US Tax Forms for Expats – Form 2555 or 2555-EZ?
All Americans (including green card holders) are required to file US taxes, reporting their worldwide income, including expats.
Many expats mistakenly assume that they don’t have to file US taxes if they don’t have US sourced income, or due to a tax treaty, however all Americans who earn over $12,000 or just $400 of self-employment income worldwide are required to file.
As many American expats also have to file foreign taxes in the country where they live, to prevent expats paying taxes to two countries on the same income, the IRS has put in place some exemptions that expats can claim when they file, including the Foreign Earned Income Exclusion.
The Foreign Earned Income Exclusion for Expats
The Foreign Earned Income Exclusion allows expats to exclude the first around $100,000 (the figure rises a little each year) of their earned income from US taxation.
It doesn’t matter where in the world the income is sourced (including in the US), so long as it is actively earned income (so not passive income from dividends, interest, and rents etc), and so long as the expat can prove they live abroad in one of two IRS-defined ways.
The first proof of living abroad is called the Bona Fide Residence Test, and it requires expats to provide proof of being a permanent resident in another country. The second way is called the Physical Presence Test, and it requires expats to prove that they spent at least 330 full days outside the US in either the tax year or in a 365 day period that overlaps with the tax year (for people who move abroad or back to the US mid year).
To claim the Foreign Earned Income Exclusion, expats must file either form 2555 or 2555-EZ.
When should expats claim the Foreign Earned Income Exclusion?
Expats who pay foreign taxes at a higher rate than the US rate, and whose income is sourced outside the US, are often better off claiming the Foreign Tax Credit rather than the Foreign Earned Income Exclusion.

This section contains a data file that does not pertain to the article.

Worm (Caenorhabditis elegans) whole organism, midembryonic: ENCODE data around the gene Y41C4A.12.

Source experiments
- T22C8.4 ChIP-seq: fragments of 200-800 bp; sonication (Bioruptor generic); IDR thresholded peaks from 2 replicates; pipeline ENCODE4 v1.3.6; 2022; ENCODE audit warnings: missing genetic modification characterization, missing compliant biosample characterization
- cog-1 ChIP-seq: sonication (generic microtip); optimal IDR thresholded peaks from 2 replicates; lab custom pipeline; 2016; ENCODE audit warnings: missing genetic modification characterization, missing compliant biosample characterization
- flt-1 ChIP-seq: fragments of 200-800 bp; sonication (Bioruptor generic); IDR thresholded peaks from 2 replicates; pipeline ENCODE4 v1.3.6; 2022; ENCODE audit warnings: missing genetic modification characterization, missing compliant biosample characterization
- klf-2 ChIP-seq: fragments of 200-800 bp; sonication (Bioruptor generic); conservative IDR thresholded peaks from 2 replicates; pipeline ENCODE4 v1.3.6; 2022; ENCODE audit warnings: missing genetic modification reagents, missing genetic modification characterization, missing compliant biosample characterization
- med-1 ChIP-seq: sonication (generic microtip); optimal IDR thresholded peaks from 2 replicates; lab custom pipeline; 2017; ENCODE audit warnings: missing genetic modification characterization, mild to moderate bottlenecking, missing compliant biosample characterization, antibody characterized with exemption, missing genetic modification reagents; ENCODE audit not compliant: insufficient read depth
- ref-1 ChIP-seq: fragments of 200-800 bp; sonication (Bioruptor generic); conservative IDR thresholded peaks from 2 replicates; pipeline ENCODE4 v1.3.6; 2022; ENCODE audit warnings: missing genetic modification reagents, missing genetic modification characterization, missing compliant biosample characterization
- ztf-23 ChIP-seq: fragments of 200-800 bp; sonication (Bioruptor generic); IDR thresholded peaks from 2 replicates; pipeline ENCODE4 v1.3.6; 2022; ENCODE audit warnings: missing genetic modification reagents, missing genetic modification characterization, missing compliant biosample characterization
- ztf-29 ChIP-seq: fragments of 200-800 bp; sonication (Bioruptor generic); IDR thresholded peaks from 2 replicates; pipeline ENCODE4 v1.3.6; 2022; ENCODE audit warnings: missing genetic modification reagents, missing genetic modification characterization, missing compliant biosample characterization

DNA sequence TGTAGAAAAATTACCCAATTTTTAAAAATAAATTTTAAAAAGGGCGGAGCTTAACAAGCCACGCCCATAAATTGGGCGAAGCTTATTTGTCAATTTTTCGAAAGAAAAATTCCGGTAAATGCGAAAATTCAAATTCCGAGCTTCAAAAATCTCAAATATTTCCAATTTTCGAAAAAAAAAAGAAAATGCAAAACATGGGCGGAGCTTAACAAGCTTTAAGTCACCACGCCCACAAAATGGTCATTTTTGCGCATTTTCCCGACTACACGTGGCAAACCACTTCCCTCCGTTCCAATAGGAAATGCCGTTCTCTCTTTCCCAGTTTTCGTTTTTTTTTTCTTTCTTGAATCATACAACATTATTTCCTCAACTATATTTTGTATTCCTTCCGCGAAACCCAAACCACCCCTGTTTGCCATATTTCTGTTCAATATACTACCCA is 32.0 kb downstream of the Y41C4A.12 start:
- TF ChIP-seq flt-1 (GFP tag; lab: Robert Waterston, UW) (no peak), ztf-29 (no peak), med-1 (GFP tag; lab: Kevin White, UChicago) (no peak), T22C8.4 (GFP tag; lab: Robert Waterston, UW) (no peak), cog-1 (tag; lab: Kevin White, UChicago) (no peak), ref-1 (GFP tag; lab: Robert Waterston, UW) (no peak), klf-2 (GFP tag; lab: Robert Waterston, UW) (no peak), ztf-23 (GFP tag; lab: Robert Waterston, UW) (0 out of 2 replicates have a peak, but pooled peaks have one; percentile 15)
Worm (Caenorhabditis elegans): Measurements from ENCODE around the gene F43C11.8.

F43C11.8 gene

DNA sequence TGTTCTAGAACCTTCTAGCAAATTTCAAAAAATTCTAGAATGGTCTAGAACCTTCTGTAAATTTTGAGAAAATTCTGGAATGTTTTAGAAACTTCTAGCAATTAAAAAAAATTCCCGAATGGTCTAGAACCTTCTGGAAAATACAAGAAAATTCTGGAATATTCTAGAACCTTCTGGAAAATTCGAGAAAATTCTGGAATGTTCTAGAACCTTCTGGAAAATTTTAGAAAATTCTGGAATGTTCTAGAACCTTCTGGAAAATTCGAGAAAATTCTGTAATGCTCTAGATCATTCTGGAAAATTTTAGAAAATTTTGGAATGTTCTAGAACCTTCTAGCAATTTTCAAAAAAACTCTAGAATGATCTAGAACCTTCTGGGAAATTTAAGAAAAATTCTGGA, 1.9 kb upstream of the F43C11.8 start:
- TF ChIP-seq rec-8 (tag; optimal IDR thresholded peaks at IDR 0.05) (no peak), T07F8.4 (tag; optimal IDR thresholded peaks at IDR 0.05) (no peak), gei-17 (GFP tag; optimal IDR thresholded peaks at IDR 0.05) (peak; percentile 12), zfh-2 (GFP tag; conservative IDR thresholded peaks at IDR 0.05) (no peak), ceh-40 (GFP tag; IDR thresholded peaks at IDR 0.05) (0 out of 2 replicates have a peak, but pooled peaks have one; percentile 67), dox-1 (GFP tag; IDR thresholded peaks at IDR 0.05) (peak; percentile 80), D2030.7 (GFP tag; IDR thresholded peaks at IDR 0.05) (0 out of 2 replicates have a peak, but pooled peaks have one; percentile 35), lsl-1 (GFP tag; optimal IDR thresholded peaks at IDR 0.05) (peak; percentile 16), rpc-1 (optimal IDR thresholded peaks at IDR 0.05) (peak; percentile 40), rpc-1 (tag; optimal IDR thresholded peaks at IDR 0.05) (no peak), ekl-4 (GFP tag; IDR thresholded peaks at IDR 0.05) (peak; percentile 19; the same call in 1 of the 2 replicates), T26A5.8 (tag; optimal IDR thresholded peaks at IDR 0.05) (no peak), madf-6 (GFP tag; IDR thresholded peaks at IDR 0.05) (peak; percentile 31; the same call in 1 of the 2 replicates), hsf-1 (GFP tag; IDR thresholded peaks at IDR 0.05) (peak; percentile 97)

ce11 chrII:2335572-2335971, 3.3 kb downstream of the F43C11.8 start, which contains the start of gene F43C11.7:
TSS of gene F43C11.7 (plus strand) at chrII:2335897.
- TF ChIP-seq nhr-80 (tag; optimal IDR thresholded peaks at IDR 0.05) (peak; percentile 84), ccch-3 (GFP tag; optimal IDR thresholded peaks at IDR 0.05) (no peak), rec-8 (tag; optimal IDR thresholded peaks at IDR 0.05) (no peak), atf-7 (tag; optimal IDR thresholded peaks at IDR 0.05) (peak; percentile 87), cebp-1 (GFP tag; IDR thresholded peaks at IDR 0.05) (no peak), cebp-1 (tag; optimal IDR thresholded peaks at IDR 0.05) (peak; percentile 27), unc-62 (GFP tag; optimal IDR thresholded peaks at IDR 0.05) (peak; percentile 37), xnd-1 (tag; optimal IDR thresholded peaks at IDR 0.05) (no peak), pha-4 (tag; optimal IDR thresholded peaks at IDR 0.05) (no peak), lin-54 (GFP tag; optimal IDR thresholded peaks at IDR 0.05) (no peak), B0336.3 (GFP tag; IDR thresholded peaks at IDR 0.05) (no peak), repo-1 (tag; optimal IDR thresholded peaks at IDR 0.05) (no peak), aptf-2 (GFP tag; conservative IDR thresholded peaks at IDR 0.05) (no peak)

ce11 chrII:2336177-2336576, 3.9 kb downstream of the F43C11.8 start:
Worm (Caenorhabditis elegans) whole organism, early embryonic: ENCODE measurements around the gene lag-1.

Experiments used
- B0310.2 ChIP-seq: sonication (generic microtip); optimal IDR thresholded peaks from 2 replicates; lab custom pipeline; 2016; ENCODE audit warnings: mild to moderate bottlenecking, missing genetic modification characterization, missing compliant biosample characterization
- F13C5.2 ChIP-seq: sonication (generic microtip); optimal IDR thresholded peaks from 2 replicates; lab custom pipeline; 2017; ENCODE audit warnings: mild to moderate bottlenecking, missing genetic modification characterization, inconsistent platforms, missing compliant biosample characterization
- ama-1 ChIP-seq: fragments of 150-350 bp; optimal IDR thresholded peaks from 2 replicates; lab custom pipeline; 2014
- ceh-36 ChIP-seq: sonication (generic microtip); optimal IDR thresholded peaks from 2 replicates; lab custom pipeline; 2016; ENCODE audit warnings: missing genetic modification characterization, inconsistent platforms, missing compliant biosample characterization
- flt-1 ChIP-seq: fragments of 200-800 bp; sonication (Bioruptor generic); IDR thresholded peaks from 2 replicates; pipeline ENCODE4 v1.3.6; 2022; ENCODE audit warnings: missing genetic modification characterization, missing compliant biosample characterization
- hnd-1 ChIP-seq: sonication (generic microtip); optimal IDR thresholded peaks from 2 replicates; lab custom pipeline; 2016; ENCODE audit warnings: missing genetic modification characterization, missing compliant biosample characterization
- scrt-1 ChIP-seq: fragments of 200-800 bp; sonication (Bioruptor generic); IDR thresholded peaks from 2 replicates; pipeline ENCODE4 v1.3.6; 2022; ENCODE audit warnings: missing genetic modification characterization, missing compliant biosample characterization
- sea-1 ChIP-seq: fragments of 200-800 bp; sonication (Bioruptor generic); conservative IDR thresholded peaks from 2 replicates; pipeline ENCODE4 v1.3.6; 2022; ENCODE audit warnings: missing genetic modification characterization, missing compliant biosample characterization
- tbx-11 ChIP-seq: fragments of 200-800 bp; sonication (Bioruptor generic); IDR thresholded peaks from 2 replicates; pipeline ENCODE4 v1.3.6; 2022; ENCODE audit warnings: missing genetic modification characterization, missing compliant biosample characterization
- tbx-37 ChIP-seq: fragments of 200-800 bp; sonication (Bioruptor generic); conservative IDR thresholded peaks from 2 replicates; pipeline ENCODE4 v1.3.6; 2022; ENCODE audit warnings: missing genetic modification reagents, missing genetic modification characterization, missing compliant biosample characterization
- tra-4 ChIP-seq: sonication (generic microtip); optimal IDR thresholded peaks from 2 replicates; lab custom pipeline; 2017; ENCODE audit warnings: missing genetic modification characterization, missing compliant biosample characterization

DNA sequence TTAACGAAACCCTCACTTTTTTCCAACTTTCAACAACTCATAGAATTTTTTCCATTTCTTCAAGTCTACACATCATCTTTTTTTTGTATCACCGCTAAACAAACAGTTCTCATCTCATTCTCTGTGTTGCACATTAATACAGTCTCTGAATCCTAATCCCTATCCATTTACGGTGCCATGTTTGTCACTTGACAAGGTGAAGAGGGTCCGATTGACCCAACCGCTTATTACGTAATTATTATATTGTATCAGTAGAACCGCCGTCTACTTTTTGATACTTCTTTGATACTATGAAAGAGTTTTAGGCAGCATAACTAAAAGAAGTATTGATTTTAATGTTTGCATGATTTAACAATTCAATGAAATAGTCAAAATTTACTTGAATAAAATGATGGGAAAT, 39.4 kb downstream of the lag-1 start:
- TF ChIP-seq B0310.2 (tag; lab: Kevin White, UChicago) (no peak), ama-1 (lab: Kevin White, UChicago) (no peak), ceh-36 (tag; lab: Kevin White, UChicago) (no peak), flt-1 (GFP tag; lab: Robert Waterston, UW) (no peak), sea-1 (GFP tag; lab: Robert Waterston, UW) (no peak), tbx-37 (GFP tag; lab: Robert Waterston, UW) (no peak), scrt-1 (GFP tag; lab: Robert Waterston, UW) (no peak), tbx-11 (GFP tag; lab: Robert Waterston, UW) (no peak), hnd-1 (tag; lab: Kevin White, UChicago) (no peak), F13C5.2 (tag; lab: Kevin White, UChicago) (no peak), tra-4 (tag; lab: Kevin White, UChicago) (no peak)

The Foreign Tax Credit can be claimed on form 1116 and lets expats claim a $1 tax credit for every dollar of foreign tax that they’ve paid on their income.
The Foreign Tax Credit can be applied to passive income that is sourced and taxed abroad too, rather than just earned income. Neither does the Foreign Tax Credit have an upper limit the way the Foreign Earned Income Exclusion does.
We recommend that expats who aren’t sure which is the best exemption to claim consult with a US expat tax specialist.
Form 2555 or 2555-EZ?
As its name implies, form 2555-EZ is a shorter, simpler version of form 2555. Whether expats can use form 2555-EZ depends on their circumstances though.
To use form 2555-EZ, expats must only have employment income (so not self-employment income), their total income must not exceed the Foreign Earned Income Exclusion (around $100,000), they must be claiming for a tax year (rather than a 365 day period that coincides with a tax year), they have no business or moving expenses, and they are not also claiming the Foreign Housing Exclusion.
The Foreign Housing Exclusion allows expats who rent their home abroad and who earn over around $100,000 to also exclude a proportion of their housing expenses. The Foreign Housing Exclusion is also claimed on form 2555.
Expats who need to file US taxes late
The IRS has an amnesty program available for expats who missed filing in previous years because they didn’t know that they had to file.
The program is called the Streamlined Procedure, and it requires expats to file their last 3 tax returns, and last 6 FBARs (a separate filing requirement for expats who have over $10,000 in foreign financial accounts, including bank and investment accounts, at any time during a year), and to self-certify that their non-compliance wasn’t willful evasion.
The program is voluntary, meaning it’s only available up until the IRS writes to them.